GM said no layoffs. Now it's asking workers to quit

Originally Published: 09 MAR 23 09:58 ET

Updated: 09 MAR 23 10:19 ET

By Jordan Valinsky, CNN Business

(CNN) -- General Motors said in January it would save $2 billion without planning any layoffs. But on Thursday it said it was looking for workers to leave voluntarily.

In a regulatory filing, the automaker said it was looking to save costs through attrition and a voluntary separation program in which eligible employees would get a lump sum payment and other severance based on how long they worked at the company. The buyouts would cost the company $1.5 billion before taxes this year.

The voluntary separation program will be offered to all US salaried employees with at least five years of service and global executives that have been with the company for at least two years, a GM spokesperson told CNN. In a statement, the company said that employees are "strongly encouraged to consider" the program.

"By permanently bringing down structured costs, we can improve vehicle profitability and remain nimble in an increasingly competitive market," a GM spokesperson said in a statement.

The news follows the elimination of hundreds of salaried worker jobs earlier this month. A person familiar with the plans told CNN that those job cuts would affect a few hundred white-collar employees globally.

GM has 167,000 employees globally, with 124,000 in North America. That includes more than 42,000 members of the United Auto Workers union.

The company recently reported a record annual profit for 2022 and also announced plans to reduce costs by $2 billion over the next two years, including cutting corporate overhead across the board. But at that time CEO Mary Barra told investors, "I do want to be clear, though, we're not planning layoffs. We are limiting our hiring to only the most strategically important roles and will use attrition to help manage overall head count."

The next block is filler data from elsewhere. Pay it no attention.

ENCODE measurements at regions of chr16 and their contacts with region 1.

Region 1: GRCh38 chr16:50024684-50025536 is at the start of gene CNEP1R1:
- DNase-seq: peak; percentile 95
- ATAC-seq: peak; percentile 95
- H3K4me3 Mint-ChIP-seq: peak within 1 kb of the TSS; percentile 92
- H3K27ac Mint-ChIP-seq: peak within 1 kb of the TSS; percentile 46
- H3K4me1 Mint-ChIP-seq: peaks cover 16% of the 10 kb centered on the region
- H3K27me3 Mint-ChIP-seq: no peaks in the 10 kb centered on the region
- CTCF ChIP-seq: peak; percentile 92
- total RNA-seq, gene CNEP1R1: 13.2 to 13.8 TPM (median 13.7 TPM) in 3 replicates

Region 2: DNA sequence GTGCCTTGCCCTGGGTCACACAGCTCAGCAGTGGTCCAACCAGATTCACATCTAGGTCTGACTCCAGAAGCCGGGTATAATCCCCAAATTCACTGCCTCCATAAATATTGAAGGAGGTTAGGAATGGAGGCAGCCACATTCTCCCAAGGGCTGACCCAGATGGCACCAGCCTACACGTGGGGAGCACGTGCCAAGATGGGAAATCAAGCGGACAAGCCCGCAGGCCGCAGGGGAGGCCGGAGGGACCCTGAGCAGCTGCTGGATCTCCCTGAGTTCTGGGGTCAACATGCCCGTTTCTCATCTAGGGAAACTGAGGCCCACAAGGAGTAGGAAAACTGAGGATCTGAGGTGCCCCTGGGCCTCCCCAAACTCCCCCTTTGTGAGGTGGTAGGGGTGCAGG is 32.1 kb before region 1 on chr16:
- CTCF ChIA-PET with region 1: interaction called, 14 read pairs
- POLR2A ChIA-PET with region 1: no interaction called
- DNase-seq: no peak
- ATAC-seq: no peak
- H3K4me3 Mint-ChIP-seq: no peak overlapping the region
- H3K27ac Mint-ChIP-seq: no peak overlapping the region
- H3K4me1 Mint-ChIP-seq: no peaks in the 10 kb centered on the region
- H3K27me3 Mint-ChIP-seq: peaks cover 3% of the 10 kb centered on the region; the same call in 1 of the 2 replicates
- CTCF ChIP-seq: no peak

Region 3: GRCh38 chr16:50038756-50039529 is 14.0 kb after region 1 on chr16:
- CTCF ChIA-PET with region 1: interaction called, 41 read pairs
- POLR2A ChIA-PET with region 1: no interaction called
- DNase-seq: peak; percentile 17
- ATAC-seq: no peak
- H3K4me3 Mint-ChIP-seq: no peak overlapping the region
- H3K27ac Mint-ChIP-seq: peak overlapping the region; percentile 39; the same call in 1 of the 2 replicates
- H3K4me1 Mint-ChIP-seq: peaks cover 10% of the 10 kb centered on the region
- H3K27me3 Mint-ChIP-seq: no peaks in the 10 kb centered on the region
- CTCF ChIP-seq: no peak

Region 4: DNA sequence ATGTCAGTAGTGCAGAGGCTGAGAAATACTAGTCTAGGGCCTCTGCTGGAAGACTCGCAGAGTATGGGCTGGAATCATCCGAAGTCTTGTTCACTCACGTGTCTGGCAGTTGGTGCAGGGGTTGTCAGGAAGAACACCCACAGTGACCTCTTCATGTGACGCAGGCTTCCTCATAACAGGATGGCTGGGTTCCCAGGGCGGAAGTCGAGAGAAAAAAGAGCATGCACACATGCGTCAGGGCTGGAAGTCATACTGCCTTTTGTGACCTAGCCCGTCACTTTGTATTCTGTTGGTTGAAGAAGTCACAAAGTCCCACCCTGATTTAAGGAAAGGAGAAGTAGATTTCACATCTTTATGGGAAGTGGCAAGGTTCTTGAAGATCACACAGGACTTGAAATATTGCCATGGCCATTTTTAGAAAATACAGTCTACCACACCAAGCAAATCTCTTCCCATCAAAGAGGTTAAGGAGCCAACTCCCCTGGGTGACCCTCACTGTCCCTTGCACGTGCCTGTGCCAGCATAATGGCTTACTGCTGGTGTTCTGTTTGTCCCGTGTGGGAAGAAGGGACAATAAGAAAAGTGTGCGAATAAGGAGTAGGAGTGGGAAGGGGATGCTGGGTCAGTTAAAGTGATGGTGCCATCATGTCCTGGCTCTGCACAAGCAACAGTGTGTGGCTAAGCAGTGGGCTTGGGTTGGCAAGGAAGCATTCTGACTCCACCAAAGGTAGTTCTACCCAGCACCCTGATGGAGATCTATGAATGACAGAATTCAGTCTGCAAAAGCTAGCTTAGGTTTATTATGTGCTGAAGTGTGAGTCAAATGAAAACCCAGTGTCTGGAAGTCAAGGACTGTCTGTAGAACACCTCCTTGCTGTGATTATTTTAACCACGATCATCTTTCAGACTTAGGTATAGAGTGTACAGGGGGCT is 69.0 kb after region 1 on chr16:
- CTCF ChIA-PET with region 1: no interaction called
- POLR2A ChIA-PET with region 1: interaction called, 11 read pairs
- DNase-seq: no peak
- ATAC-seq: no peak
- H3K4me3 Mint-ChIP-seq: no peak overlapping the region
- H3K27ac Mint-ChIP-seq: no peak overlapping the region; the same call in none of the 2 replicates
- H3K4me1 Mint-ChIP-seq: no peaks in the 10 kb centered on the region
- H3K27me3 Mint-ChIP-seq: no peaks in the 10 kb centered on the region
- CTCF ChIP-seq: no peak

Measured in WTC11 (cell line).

GM is spending a significant amount of money to shift production from traditional gasoline-powered vehicles to a lineup of pure electric vehicles. While that will eventually reduce labor costs since EVs don't take as many hours of labor to produce, it does require billions of dollars in upfront investment. GM has said it will invest $35 billion between now and 2025 in the shift to EVs. Its target is to have an all EV lineup of passenger vehicles by 2035.

In a related move, Ford announced plans in February to eliminate 3,800 jobs across Europe, citing difficult economic conditions and its major push toward electric vehicles. The plan is part of the company's efforts to create "a leaner, more competitive cost structure for Ford in Europe," it said in a statement, adding that it intended to achieve the job cuts through voluntary redundancies.

--CNN's Chris Isidore and Peter Valdes-Dapena contributed to this report